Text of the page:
Don’t like Mondays? Neither Do Attackers.

Monday may be our least favorite day of the week, but Thursday is when researchers say that security professionals should watch out for cyber-criminals; paying attention to trends like this can greatly reduce the potential for damage.

Attackers will spend just as much time planning when an email should go out as they do on what it will look like. According to Proofpoint in its Human Factor Report, malicious email attachment message volumes spike more than 38 percent on Thursdays over the average weekday volume, while Wednesdays came in second. “Attackers do their best to make sure messages reach users when they are most likely to click: at the start of the business day in time for them to see and click on malicious messages during working hours,” Proofpoint researchers wrote in the report. Weekends came in last, however, this doesn't mean that Saturday and Sunday are completely safe.

Malicious emails can arrive any day of the week, but there is a clear preference from attackers as to when to send certain threat categories. For example, Keyloggers and Backdoors tend to be sent on Mondays, and Wednesdays are peak days for banking Trojans. Ransomware tends to be sent between Tuesdays and Thursdays, while point-of-sale Trojans arrive towards the end of the week (Thursdays and Fridays) since security teams do not have as much time to detect and mitigate new infections before the weekend. On the weekends, according to Proofpoint, ransomware is what attackers primarily send with few exceptions.

Security teams need to be particularly alert on Thursdays as malicious attachments, malicious URLs, ransomware and point-of-sale infections all favor that day. In addition to these, credential stealing campaigns also favor Thursdays.Thursday were host to a clear increase in malicious attachments being sent, but emails with malicious URLs (the most common vector for phishing attacks designed to steal credentials) were constant throughout the week, with only a slight increase on Tuesdays and Thursdays.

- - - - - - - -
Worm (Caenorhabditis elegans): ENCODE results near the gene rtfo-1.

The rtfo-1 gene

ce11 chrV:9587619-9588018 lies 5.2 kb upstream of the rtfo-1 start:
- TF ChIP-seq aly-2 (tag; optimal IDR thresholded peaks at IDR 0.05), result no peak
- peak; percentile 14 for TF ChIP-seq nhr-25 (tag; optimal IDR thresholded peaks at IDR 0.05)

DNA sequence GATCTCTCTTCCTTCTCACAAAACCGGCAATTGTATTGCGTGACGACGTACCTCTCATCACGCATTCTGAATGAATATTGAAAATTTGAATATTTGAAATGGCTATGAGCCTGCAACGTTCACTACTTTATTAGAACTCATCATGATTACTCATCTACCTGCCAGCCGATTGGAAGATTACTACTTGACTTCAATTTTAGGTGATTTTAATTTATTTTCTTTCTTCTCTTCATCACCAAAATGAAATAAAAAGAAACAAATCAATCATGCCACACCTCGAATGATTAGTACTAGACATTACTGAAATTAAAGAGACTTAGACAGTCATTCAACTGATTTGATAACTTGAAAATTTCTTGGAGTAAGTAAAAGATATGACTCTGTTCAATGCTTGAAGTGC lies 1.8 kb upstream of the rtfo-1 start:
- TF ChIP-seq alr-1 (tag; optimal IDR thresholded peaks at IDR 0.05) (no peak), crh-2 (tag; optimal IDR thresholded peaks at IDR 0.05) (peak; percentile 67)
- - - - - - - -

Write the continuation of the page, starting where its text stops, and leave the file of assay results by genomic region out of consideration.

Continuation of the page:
Attackers understand employee email habits and know that feeding employees with a well-crafted email at the optimal time will bring higher success rates. The bulk of attack emails are sent four to five hours after the start of the business day, peaking around lunchtime. Proofpoint’s analysis found that nearly 90 percent of clicks on malicious URLs occur within the first 24 hours of delivery, with a half of them occurring within an hour, and a quarter of the clicks occurring within just ten minutes.

The time between delivery and clicking is shown to be the shortest during business hours (8 a.m. to 3 p.m. Eastern) in the US as well as Canada. The UK and rest of Europe had similar patterns to the US and Canada, however, there was some stratification in the averages according to region. For example, clicking on malicious links peaked around 1 p.m. in France while it peaked early in the workday in Switzerland and Germany. Users in the UK spaced out their clicks throughout the day, but there was a clear drop in activity after 2 p.m.

While it’s important to block and keep malicious messages from reaching the inbox to begin with, the other side of email defense is to be able to identify and flag messages that made it to your inbox and block those links when you realize that they are malicious. If you are able to accomplish this, you can greatly reduce the potential danger that these emails pose.

Proofpoint focused on email-based attacks, however, email wasn’t the only medium in which attackers paid attention to the day of the week. An analysis of all attacks, investigated by the eSentire Security Operations Center in the first quarter of 2017, found that some methods of attack were more likely on given days. The volume of threats, which in eSentire’s report included availability attacks such as distributed denial-of-service (DDoS), fraud, information gathering, intrusion attempts, and malicious code, was highest on Fridays followed by Thursdays. The day of the week did not matter as much when it came to availability attacks, but weekends showed a great dop-off in the amount of risk involved. Malicious code was most common on Thursdays, and intrusion attempts were higher on Fridays.

There is no day off when it comes to defense. The security tools scrutinizing email messages as they arrive, before letting them reach user inboxes, have to be capable of handling peak volumes without sacrificing performance. But if defenders know that the second half of the week tends to be worse in terms of malware and credential theft, they can put in extra monitoring and scanning to detect possible new infections. By allocating more time in the second half of the week to investigate alerts, security teams may detect attacks sooner, and reduce the potential damage.

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